With C9 Active Apparel, Target is dipping its discount-store toe into the booming athleticwear market occupied by expanding high-end retailers like Lululemon Athletica (LULU) and Gap's Athleta chain (GPS).
The 3,000-square-foot C9 store will open on Oct. 14 in a ground floor space in San Francisco's Metreon Shopping Center, where a 100,000 square foot CityTarget (the discounter's urban format) will also debut. But C9 won't bear the Target name, nor feature the iconic Bullseye logo.
San Francisco, with its high proportion of fitness-minded residents, is a natural venue for C9, Jessica Deed, a Target spokeswoman, told DailyFinance.
The store will offer a full assortment of athletic apparel and gear for men and women, including everything from running shorts and yoga pants to sports bras, water bottles and yoga mats. While pricing information for the new store isn't yet available, items in the C9 by Champion line at Target currently retail for under $50, "with the majority of pieces available for less than $30," Deed says.
By contrast, a trip to a Lululemon in New York City turned up little merchandise selling for less than $50. The product mix included items like women's yoga pants for $86, a sports bra for $48 and men's cycling tees for $54.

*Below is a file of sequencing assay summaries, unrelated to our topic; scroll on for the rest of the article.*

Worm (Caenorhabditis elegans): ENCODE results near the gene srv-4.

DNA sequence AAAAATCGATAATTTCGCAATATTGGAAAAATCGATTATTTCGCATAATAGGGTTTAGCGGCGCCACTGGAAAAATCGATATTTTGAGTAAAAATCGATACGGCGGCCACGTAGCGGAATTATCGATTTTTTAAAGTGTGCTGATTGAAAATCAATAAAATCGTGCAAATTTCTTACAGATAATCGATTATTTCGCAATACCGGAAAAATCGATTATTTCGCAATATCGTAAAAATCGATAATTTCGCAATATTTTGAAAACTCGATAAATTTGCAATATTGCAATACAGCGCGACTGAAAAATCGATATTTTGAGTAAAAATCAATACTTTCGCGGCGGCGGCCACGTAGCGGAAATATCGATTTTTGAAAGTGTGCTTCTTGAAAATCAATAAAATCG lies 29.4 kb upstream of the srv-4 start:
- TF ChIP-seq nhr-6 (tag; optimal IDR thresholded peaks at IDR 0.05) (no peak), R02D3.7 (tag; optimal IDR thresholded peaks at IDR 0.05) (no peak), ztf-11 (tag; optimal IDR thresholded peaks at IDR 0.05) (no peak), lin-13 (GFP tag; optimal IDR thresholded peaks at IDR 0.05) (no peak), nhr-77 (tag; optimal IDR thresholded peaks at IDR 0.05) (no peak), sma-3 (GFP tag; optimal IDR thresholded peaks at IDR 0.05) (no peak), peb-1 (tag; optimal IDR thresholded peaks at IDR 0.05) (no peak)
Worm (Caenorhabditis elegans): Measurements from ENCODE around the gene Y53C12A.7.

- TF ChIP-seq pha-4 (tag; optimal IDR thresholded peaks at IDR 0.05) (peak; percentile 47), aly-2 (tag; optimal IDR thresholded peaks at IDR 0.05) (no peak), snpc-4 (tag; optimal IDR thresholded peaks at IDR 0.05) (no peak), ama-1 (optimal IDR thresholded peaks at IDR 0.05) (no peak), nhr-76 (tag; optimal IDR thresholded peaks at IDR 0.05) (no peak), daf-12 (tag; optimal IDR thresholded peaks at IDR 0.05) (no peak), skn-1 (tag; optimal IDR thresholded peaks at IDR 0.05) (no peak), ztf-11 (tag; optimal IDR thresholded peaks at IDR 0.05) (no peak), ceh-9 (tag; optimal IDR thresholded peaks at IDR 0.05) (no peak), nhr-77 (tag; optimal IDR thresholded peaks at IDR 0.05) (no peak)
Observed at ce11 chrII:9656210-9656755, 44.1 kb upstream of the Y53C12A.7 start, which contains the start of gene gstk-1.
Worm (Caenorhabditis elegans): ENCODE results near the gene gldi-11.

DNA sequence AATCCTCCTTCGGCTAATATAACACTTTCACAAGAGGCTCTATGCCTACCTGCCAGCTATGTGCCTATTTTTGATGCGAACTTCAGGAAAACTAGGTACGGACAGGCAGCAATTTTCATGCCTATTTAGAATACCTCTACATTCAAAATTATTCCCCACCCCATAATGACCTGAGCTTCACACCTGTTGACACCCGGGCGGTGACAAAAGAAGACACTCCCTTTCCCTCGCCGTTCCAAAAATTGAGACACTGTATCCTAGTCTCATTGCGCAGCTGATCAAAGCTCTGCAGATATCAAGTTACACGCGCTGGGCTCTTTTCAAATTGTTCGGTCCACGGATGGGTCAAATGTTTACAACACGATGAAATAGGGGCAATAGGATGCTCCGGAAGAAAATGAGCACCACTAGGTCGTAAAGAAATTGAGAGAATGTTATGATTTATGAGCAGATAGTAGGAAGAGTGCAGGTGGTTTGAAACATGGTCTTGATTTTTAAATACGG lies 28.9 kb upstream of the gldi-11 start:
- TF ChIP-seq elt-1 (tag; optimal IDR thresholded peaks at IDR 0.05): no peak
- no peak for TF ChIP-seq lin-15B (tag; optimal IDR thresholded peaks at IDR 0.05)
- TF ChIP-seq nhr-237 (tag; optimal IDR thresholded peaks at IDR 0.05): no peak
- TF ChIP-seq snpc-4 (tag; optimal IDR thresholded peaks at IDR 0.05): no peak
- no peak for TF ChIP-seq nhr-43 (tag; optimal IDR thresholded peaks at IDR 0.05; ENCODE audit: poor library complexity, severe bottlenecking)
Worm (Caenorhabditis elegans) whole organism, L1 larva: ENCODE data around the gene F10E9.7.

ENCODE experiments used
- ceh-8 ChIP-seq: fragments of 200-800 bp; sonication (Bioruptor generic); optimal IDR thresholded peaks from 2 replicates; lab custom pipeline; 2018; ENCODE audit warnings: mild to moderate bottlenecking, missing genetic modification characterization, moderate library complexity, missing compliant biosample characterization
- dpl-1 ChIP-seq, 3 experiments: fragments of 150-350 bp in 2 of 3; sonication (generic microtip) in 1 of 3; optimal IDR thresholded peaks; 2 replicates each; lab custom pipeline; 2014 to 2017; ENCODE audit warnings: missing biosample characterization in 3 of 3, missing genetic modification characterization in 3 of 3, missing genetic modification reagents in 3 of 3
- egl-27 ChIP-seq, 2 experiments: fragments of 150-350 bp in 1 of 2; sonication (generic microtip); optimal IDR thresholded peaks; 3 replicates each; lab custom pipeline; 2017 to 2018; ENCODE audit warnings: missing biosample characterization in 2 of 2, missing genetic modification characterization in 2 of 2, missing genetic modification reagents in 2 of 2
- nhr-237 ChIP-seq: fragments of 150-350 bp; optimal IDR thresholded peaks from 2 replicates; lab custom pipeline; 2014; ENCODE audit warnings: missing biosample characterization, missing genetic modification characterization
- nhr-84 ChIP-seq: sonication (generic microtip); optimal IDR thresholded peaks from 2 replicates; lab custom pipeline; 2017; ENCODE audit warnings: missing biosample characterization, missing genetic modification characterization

With C9, Target could be angling to differentiate itself from retailers like Lululemon and Athleta, and brands such as Under Armour, by offering a lower priced activewear option, Tim Shimotakahara, vice president of investment banking for D.A. Davidson & Co., tells DailyFinance.
Still, the C9 move is somewhat surprising for the chic-cheaper discounter. Why would Target, the nation's only mass-merchant couturier -- known for its high-profile brand partnerships with upscale designers like Missoni and Jean Paul Gaultier -- pick athleticwear as its new retail concept? Because it sells, Deeds explained. "C9 has really grown into one of Target's most popular brands."
What's more, activewear is "a hot, growing market that has significantly higher profit margins than many other product categories," Shimotakahara says. Active outdoor apparel alone, excluding team sports related garments, generates an estimated $3.6 billion in sales, he says, citing figures from the Outdoor Industry Association.
And Americans' increasingly informal lifestyle is creating a stronger demand for fitness fashion. "You see people wearing activewear in all different social situations," he says.
While Deeds said there are no plans per se to expand the C9 concept beyond that one store, industry analysts are betting that if it does well, Target will do just that.
The store's boutique size "also follows the trend of 'smaller is better' relative to the massive scale of sporting goods stores like Dick's and The Sports Authority, where fitness-wear is a small part of the assortment," he said. C9 "has a lot of growth opportunity across the country."
But one analyst wondered if by going with the Champion label, Target is banking on a brand that's past its sell date, particularly when it has to vie with the trendy image of stores like Lululemon, for one.
"Champion doesn't have that cachet," said the analyst.